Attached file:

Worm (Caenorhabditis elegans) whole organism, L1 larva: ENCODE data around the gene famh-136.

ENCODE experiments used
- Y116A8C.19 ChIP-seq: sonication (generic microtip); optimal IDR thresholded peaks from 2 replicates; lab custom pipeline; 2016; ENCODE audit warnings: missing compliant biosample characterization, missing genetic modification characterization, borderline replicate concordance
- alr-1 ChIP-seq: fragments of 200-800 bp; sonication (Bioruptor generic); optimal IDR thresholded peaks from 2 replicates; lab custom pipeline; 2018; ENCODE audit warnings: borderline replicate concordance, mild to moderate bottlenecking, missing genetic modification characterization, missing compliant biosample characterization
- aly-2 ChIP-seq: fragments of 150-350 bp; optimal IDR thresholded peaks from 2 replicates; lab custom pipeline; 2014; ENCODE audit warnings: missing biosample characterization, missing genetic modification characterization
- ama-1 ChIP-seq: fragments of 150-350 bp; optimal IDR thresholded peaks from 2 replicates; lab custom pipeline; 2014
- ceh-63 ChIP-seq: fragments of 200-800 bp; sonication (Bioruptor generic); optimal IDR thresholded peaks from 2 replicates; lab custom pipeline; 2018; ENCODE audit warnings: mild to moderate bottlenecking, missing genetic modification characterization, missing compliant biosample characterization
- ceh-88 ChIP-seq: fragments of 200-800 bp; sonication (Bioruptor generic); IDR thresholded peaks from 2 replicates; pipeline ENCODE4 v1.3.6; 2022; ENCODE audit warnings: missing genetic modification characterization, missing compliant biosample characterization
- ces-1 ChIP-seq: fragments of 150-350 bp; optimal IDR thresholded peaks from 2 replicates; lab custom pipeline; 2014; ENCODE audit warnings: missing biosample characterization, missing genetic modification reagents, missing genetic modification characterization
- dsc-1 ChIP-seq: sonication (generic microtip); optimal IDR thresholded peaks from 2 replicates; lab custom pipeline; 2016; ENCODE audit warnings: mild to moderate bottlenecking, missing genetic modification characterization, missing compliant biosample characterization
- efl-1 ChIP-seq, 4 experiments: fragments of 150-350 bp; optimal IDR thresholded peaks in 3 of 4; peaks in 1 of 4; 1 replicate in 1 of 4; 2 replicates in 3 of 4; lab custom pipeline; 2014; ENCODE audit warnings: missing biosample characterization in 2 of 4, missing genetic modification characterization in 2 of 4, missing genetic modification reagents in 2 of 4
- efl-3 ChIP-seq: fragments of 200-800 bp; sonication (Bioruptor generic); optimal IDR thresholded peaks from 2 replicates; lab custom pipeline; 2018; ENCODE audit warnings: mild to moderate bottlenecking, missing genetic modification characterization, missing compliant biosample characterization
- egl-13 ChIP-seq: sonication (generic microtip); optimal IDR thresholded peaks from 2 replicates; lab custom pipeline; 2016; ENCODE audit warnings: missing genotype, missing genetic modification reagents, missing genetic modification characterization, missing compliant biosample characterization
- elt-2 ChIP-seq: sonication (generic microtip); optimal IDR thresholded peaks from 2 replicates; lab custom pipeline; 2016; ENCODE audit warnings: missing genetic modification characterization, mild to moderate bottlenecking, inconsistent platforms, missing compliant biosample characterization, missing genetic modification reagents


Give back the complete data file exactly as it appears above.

Worm (Caenorhabditis elegans) whole organism, L1 larva: ENCODE data around the gene famh-136.

ENCODE experiments used
- Y116A8C.19 ChIP-seq: sonication (generic microtip); optimal IDR thresholded peaks from 2 replicates; lab custom pipeline; 2016; ENCODE audit warnings: missing compliant biosample characterization, missing genetic modification characterization, borderline replicate concordance
- alr-1 ChIP-seq: fragments of 200-800 bp; sonication (Bioruptor generic); optimal IDR thresholded peaks from 2 replicates; lab custom pipeline; 2018; ENCODE audit warnings: borderline replicate concordance, mild to moderate bottlenecking, missing genetic modification characterization, missing compliant biosample characterization
- aly-2 ChIP-seq: fragments of 150-350 bp; optimal IDR thresholded peaks from 2 replicates; lab custom pipeline; 2014; ENCODE audit warnings: missing biosample characterization, missing genetic modification characterization
- ama-1 ChIP-seq: fragments of 150-350 bp; optimal IDR thresholded peaks from 2 replicates; lab custom pipeline; 2014
- ceh-63 ChIP-seq: fragments of 200-800 bp; sonication (Bioruptor generic); optimal IDR thresholded peaks from 2 replicates; lab custom pipeline; 2018; ENCODE audit warnings: mild to moderate bottlenecking, missing genetic modification characterization, missing compliant biosample characterization
- ceh-88 ChIP-seq: fragments of 200-800 bp; sonication (Bioruptor generic); IDR thresholded peaks from 2 replicates; pipeline ENCODE4 v1.3.6; 2022; ENCODE audit warnings: missing genetic modification characterization, missing compliant biosample characterization
- ces-1 ChIP-seq: fragments of 150-350 bp; optimal IDR thresholded peaks from 2 replicates; lab custom pipeline; 2014; ENCODE audit warnings: missing biosample characterization, missing genetic modification reagents, missing genetic modification characterization
- dsc-1 ChIP-seq: sonication (generic microtip); optimal IDR thresholded peaks from 2 replicates; lab custom pipeline; 2016; ENCODE audit warnings: mild to moderate bottlenecking, missing genetic modification characterization, missing compliant biosample characterization
- efl-1 ChIP-seq, 4 experiments: fragments of 150-350 bp; optimal IDR thresholded peaks in 3 of 4; peaks in 1 of 4; 1 replicate in 1 of 4; 2 replicates in 3 of 4; lab custom pipeline; 2014; ENCODE audit warnings: missing biosample characterization in 2 of 4, missing genetic modification characterization in 2 of 4, missing genetic modification reagents in 2 of 4
- efl-3 ChIP-seq: fragments of 200-800 bp; sonication (Bioruptor generic); optimal IDR thresholded peaks from 2 replicates; lab custom pipeline; 2018; ENCODE audit warnings: mild to moderate bottlenecking, missing genetic modification characterization, missing compliant biosample characterization
- egl-13 ChIP-seq: sonication (generic microtip); optimal IDR thresholded peaks from 2 replicates; lab custom pipeline; 2016; ENCODE audit warnings: missing genotype, missing genetic modification reagents, missing genetic modification characterization, missing compliant biosample characterization
- elt-2 ChIP-seq: sonication (generic microtip); optimal IDR thresholded peaks from 2 replicates; lab custom pipeline; 2016; ENCODE audit warnings: missing genetic modification characterization, mild to moderate bottlenecking, inconsistent platforms, missing compliant biosample characterization, missing genetic modification reagents